Routers are considered by many as being the most versatile woodworking tool. There are two types of routers available
- Fixed Based
Plunge routers have a spring-loaded base that allows the bit to be pushed down into the wood. The base can be locked into position, set to a particular depth. This depth can be altered while operating simply by unlocking the depth release and moving the base in and out. Plunge routers offer more flexibility than fixed based ones but are generally more expensive.
Fixed based routers are not adjustable when operating with the depth being set prior to work commencement. This type of router is ideal for edge cuts and moulding designs that require straight line precision. Fixed based routers are generally lighter and easier to use than plunge routers. This makes this type of router a popular choice for beginners. Fixed based routers perform well when fitted to a router table.
Routers can be further classified as
- Trim routers
- Mid-Sized Routers
- Combination Fixed/Plunge
- Full size
Choosing the right router for you.
Picking the right router can be a daunting task with different brands, models, types and costs available. To help you decide you need to be realistic with what you want it for, your abilities and budget.
For example, if all you want the router for is cutting soft edges or the odd moulding then a basic trim router is all that’s needed. However if you are going to perform more delicate work then one of the others will provide more flexibility.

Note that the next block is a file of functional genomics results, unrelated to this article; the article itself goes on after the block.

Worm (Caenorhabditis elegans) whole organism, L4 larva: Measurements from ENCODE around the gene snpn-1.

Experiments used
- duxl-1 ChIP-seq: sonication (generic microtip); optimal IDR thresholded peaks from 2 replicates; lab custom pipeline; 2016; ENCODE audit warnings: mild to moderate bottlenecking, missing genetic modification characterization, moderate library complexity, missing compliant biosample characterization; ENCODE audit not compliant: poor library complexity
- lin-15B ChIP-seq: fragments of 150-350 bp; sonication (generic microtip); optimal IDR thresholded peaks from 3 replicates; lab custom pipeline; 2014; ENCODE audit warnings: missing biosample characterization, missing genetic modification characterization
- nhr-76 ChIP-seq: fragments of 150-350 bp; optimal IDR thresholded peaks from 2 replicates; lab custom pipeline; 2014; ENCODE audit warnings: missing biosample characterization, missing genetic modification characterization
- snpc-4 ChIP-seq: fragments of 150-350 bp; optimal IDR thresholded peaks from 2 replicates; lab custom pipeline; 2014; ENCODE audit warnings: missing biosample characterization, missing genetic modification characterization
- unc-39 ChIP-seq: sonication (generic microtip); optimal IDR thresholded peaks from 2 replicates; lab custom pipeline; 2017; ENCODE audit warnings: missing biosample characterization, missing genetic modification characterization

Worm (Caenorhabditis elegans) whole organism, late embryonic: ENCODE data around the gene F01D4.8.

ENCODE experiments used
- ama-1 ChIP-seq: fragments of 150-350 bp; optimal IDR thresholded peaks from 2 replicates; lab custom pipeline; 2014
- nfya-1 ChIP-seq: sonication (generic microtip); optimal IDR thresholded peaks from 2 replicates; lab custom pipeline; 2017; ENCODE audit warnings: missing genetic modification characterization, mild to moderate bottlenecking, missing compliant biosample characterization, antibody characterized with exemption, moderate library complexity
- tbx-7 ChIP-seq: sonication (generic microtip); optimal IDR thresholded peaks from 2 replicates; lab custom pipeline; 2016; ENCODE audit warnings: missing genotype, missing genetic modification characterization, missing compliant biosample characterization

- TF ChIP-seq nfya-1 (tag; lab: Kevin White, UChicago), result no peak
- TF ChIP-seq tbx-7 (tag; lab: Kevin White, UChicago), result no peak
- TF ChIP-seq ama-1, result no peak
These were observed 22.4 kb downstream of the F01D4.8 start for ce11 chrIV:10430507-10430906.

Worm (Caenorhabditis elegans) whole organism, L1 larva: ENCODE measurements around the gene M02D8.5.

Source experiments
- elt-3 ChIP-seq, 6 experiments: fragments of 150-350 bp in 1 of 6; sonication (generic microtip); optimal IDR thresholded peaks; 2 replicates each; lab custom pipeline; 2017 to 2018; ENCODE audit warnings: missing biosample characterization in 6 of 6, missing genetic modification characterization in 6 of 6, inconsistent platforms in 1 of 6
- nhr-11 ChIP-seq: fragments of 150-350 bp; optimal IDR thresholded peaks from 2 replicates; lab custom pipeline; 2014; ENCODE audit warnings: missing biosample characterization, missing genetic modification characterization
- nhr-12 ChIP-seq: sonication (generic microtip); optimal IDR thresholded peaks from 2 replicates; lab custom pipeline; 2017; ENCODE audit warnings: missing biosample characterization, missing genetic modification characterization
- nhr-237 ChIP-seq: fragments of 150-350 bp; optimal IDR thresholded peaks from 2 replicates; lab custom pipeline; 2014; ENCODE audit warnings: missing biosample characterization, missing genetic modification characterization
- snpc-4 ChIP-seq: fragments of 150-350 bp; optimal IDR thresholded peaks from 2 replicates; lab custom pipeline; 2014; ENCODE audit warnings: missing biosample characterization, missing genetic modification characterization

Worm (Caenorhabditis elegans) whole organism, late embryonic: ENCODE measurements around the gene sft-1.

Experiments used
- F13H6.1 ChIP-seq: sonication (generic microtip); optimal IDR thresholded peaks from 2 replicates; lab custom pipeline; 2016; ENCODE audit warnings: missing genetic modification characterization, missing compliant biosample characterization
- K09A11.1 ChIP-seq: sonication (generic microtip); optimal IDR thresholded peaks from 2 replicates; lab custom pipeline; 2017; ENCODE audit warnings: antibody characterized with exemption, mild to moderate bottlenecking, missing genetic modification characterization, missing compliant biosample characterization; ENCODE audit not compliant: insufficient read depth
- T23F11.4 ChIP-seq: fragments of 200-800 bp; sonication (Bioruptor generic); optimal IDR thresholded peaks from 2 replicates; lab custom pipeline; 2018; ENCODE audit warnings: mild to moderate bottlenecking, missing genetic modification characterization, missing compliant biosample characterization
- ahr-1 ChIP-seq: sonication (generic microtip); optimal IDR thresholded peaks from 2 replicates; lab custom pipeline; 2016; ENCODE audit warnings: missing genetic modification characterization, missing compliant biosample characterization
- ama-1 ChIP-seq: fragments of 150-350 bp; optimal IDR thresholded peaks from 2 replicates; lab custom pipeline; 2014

Some features that are important
Variable Speeds: This feature is more common with mid to large sized routers which allows you to use a variety of different bits. Smaller cutters may require the router to run at a slower speed so by a simple turn of a dial the speed is adjusted.
Electronic Feedback Circuitry: Known by numerous names this feature enables the router to adjust its motor depending on the load and changing the torque output to match. This is standard on most modern routers but absent on older models.
Soft Start: Having a router start on full speed can be a little startling that can lead to damage the work. A soft start slowly builds the speed up to the required level then the router is ready to use.
Spindle lock: Many routers require two wrenches for making bit changes. One wrench holds the motor shaft, and the other wrench loosens or tightens the collet. With spindle lock, you push a spring-loaded pin or engage a locking collar to hold the motor shaft in place, so the only wrench you need is the one for the collet. This is a particularly handy detail on dedicated plunge routers where you can’t remove the motor to get better access to the bit.
Different Types of Cuts to use with the Router.
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